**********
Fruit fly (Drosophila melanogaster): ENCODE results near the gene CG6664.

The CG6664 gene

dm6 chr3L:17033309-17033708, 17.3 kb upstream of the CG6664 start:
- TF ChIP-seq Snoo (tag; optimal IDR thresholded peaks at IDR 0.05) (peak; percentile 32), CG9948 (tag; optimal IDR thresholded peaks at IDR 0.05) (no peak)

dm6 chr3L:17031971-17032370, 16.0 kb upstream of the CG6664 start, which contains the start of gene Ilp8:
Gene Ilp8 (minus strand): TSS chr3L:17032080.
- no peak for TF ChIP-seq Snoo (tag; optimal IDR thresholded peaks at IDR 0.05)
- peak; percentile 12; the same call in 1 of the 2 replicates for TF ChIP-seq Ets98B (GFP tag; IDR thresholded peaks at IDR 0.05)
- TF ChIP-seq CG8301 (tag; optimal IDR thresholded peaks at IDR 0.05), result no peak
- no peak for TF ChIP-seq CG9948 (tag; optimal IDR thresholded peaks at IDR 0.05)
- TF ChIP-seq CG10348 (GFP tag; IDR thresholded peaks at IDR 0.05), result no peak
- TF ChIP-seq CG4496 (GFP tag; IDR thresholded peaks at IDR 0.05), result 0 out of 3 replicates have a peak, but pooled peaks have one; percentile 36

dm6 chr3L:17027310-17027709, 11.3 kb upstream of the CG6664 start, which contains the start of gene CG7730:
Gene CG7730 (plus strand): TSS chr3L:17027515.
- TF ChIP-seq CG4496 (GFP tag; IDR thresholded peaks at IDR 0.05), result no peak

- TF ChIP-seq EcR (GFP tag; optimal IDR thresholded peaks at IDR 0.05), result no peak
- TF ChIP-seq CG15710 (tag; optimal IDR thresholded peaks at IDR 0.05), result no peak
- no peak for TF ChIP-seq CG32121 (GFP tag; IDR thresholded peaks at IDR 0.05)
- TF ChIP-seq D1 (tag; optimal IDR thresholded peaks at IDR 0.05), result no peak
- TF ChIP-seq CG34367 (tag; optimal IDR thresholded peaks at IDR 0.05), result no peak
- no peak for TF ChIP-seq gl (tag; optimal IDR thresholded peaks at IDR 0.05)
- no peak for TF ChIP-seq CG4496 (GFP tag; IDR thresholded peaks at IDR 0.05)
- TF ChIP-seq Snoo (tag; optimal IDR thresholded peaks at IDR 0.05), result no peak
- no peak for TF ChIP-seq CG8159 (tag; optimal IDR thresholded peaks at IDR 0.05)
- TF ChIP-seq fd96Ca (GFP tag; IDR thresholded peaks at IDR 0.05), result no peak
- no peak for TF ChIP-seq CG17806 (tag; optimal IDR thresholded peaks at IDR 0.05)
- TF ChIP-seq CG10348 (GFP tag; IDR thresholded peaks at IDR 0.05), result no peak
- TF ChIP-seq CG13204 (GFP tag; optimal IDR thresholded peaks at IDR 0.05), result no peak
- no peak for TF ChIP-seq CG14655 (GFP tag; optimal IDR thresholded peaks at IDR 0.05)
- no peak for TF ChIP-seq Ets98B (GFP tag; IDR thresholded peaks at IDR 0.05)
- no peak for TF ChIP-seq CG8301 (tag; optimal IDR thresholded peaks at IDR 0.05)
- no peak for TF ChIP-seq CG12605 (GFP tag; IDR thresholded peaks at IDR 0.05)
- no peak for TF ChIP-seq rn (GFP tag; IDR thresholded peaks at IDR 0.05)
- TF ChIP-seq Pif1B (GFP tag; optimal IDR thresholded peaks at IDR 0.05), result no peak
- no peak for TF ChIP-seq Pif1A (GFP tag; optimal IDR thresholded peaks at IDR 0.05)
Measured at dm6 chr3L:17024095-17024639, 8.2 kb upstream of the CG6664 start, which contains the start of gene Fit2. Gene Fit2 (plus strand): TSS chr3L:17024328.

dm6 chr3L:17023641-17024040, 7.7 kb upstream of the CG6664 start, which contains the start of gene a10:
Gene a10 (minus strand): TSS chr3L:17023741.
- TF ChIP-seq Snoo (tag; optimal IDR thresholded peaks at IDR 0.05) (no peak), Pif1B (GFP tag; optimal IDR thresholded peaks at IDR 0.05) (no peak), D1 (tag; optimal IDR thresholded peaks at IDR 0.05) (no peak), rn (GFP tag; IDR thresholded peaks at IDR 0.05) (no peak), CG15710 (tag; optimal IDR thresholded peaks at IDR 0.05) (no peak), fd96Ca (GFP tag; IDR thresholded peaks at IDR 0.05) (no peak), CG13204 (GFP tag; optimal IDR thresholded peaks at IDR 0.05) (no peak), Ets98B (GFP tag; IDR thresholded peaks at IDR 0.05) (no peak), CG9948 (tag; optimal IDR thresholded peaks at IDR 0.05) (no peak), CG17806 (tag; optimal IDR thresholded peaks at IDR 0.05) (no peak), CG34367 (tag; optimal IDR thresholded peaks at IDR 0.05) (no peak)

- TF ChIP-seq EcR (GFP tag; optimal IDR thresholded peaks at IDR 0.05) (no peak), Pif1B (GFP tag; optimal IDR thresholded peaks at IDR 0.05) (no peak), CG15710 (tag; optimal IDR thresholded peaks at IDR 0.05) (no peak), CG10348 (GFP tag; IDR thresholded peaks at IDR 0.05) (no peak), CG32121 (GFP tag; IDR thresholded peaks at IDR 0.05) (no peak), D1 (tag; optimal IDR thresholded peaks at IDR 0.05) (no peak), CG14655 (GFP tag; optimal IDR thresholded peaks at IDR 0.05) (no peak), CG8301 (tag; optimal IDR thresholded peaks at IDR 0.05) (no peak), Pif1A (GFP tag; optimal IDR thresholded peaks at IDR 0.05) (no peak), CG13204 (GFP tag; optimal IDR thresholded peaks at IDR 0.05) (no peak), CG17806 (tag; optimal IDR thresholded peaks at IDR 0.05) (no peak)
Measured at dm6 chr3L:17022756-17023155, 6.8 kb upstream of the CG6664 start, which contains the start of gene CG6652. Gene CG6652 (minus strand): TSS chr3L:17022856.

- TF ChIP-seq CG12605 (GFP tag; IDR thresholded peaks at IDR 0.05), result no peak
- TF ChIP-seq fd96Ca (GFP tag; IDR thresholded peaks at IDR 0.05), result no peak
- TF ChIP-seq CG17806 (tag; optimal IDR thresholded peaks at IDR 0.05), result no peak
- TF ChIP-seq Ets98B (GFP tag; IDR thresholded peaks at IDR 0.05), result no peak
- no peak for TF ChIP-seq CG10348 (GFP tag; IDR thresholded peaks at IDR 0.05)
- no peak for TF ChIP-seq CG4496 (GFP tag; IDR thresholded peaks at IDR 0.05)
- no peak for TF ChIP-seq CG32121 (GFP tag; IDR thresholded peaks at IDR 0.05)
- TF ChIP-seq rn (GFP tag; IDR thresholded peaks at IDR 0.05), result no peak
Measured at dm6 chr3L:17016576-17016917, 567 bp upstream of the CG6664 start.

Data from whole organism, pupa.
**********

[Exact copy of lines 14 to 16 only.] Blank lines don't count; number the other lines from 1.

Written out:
Gene CG7730 (plus strand): TSS chr3L:17027515.
- TF ChIP-seq CG4496 (GFP tag; IDR thresholded peaks at IDR 0.05), result no peak

- TF ChIP-seq EcR (GFP tag; optimal IDR thresholded peaks at IDR 0.05), result no peak